View #4 — The Sermon on the Mount is a Joke

Some people view the Sermon as laughable, beginning with the Beatitudes and going all the way through chapter seven. The demands (don’t look with lust; bless those who persecute you) seem foolish to many. The view of the Sermon as foolishness is a common view among unbelievers but many believers also sometimes are guilty of snickering at some of the statements in the Sermon.

View #5 — The Sermon on the Mount is a Second Law

Some people view the Sermon on the Mount as a new law, an expansion on the Ten Commandments. This view has some merit, in that Jesus at times in the Sermon does directly addresses the Ten Commandments but I think it fails as a comprehensive view of the Sermon because with the Beatitudes we have a significant departure form a legal code. The Sermon goes so far beyond the Law that I think it is not best to think of it in terms of a second law.

View #6 — The Sermon on the Mount is the Normal Christian Life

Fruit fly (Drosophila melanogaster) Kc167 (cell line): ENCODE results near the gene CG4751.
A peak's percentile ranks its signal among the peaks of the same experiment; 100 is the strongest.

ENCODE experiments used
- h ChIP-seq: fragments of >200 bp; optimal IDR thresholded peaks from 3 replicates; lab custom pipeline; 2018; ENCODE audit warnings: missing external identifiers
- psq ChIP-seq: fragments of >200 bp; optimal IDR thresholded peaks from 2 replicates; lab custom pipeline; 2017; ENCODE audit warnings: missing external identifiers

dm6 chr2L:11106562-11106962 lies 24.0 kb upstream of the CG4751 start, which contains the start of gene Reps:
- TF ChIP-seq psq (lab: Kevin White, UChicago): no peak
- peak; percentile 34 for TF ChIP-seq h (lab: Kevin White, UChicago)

This is where I come down in my thinking about the Sermon on the Mount. The Sermon is a portrait of the life transformed by the grace of God through Christ. It is a picture of the subjects of the kingdom of God and their approach to life. Clearly, there is no full attainment of the perfect attitudes and actions highlighted in the Sermon on the part of Christians in this life but there is an expectation of change by the power of God to all those who are poor in spirit. “Theirs is the kingdom of heaven.” God’s people already have the kingdom they are waiting for in the sense that God dwells with them and is even now conforming them to the image of Christ. This is God’s design. God is purifying for Himself a people (Titus 2:14), so the Sermon is a choice tool God uses to change His people.

The Good News in the Beatitudes

6 Apr

Since we have been looking at the Beatitudes on Wednesday night I wanted to recommend this excellent article from R.W. Glenn. This article hits on a key distinction between the Beatitudes and the rest of the Sermon on the Mount and Glenn draws some strong conclusions from that distinction.

http://www.desiringgod.org/blog/posts/the-good-news-in-jesus-s-beatitudes

Are You Blessed?

10 Jan